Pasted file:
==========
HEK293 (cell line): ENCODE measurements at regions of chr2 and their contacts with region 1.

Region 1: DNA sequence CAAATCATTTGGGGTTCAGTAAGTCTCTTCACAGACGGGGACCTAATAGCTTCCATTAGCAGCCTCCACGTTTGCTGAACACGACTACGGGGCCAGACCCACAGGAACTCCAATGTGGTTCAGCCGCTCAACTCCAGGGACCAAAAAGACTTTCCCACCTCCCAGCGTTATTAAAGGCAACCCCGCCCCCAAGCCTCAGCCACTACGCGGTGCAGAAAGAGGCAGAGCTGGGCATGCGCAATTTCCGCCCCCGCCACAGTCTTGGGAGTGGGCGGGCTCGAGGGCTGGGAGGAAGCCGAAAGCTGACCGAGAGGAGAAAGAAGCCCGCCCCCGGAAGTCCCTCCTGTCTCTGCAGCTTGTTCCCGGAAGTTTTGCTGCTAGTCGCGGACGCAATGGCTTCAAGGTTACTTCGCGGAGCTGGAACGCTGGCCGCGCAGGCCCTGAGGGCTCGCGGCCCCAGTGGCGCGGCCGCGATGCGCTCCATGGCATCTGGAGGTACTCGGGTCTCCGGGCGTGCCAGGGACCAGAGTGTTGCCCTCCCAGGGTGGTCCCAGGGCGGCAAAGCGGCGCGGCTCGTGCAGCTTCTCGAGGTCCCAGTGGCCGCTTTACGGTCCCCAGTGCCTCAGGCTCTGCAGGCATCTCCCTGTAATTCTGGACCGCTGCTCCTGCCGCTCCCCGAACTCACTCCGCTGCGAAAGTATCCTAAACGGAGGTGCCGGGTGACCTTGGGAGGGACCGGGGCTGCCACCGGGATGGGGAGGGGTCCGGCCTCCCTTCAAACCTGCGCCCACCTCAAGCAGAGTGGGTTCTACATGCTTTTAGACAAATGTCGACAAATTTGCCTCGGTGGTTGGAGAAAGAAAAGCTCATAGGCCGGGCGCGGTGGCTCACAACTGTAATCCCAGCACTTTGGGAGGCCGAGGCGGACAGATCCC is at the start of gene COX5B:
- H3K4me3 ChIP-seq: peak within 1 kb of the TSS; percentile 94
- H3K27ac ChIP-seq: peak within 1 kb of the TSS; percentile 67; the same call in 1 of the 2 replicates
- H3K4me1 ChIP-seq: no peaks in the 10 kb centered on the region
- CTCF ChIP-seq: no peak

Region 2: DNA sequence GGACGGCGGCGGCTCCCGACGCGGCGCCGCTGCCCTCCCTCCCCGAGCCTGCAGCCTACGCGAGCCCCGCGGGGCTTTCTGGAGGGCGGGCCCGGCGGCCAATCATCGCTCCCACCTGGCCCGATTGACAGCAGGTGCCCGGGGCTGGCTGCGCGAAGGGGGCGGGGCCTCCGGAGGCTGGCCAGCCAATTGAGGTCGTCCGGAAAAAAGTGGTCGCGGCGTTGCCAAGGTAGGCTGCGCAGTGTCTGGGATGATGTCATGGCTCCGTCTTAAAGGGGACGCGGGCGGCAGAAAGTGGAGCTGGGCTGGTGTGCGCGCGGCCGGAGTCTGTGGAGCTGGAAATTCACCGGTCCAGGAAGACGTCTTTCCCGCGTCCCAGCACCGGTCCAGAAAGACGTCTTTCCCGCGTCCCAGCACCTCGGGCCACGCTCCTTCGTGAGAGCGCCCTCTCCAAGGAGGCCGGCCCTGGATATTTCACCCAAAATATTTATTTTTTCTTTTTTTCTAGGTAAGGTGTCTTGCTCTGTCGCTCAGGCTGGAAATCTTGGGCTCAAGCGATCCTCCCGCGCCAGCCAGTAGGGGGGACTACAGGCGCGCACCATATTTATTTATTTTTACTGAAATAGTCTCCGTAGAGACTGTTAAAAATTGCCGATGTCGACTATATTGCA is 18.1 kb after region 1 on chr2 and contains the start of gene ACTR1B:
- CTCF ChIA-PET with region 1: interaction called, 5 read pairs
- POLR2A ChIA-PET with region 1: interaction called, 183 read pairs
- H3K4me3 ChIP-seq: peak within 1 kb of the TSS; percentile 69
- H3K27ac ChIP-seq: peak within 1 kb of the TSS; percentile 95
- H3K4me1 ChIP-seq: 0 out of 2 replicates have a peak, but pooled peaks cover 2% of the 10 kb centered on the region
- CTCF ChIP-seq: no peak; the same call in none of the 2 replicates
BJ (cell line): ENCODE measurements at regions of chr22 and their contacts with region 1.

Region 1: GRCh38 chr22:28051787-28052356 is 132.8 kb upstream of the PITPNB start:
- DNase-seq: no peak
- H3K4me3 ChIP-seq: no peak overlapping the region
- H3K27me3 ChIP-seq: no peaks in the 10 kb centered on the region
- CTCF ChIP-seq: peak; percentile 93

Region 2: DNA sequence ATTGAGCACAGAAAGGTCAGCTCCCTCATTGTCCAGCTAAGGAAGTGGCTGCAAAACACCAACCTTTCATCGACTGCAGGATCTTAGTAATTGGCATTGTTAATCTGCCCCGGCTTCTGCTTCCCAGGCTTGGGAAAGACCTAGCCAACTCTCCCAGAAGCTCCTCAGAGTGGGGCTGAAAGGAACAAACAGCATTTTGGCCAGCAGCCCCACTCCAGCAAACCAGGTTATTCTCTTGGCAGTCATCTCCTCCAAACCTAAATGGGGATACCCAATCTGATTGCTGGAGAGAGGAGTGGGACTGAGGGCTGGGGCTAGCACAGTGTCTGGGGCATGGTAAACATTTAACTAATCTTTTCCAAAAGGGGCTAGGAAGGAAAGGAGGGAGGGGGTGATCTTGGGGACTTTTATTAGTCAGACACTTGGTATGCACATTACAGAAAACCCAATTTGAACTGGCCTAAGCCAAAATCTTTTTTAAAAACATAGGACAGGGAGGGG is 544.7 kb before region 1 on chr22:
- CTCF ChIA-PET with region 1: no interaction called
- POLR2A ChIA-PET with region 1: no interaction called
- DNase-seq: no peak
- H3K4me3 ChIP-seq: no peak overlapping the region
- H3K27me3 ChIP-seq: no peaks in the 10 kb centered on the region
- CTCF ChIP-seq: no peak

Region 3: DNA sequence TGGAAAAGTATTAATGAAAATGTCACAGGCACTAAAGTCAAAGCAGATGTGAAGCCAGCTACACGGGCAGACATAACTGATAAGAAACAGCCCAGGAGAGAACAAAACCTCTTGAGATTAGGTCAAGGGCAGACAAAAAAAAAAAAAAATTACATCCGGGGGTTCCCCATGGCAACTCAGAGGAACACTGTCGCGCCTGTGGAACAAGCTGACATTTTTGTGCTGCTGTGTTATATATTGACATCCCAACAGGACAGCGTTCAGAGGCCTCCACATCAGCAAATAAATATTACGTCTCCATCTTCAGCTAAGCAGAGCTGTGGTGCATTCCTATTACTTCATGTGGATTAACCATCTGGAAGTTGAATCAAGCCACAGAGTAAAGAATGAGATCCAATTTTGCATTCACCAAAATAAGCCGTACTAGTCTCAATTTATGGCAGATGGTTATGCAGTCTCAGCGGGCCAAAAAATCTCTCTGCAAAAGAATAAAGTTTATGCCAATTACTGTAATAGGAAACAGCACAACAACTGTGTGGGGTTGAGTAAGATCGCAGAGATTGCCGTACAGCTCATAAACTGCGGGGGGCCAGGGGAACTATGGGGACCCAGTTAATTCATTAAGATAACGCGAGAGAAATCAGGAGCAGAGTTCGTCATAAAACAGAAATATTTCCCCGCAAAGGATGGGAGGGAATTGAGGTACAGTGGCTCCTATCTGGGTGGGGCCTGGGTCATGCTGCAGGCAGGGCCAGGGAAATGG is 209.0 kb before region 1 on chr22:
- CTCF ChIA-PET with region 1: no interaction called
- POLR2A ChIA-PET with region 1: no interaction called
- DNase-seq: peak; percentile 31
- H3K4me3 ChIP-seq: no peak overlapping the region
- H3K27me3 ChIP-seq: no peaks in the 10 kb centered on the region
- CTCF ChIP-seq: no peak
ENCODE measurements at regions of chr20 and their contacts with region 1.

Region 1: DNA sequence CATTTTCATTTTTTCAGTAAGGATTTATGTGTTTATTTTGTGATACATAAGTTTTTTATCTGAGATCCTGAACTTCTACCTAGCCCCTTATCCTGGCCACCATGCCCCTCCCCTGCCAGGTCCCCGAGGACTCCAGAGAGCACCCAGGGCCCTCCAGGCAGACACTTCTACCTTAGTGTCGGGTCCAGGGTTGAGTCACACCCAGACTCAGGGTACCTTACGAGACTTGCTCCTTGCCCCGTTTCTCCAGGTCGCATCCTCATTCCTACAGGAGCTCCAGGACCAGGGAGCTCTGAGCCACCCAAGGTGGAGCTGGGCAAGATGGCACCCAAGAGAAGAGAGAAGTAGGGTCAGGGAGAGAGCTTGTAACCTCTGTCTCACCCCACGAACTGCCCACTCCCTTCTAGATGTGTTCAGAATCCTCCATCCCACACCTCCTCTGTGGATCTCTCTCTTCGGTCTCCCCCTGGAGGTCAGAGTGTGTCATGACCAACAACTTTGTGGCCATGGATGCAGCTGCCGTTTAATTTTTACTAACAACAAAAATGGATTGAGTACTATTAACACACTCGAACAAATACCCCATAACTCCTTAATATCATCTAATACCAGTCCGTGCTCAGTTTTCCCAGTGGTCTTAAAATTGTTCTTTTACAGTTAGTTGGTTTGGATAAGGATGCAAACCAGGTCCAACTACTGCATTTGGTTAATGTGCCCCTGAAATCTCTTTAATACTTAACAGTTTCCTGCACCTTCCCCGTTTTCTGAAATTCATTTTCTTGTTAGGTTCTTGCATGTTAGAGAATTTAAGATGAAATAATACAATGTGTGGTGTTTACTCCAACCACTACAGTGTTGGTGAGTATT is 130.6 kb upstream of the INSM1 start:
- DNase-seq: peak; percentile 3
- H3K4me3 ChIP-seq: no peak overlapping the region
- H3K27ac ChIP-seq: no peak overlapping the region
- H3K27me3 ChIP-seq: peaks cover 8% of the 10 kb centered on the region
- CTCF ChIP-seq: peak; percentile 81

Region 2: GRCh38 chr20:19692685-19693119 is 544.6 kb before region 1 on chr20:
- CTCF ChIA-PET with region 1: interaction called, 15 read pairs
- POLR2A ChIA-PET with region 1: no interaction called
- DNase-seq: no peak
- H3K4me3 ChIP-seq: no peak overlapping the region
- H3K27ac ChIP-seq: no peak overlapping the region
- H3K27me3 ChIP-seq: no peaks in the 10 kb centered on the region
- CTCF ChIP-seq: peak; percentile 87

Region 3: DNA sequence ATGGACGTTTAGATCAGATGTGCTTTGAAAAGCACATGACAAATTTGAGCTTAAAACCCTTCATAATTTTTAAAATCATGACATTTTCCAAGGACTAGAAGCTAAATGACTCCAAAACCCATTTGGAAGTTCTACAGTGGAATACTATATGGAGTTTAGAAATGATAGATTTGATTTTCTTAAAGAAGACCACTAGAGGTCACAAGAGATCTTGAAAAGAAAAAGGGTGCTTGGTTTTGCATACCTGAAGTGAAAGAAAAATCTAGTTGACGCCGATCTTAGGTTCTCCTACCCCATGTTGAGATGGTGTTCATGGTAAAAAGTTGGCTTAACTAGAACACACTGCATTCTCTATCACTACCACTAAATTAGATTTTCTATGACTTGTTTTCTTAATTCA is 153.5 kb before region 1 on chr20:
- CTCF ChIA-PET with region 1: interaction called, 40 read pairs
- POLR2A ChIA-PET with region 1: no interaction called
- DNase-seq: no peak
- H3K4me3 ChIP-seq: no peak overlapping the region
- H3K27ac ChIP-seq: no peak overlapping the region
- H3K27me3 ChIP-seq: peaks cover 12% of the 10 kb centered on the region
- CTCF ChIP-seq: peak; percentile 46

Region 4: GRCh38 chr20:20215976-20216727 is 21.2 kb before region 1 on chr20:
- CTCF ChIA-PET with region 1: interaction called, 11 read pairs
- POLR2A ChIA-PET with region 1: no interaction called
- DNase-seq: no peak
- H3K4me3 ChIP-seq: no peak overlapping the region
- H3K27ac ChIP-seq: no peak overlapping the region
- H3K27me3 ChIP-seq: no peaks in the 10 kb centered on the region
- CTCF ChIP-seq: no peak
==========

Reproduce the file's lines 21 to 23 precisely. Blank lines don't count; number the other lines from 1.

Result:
- CTCF ChIA-PET with region 1: no interaction called
- POLR2A ChIA-PET with region 1: no interaction called
- DNase-seq: no peak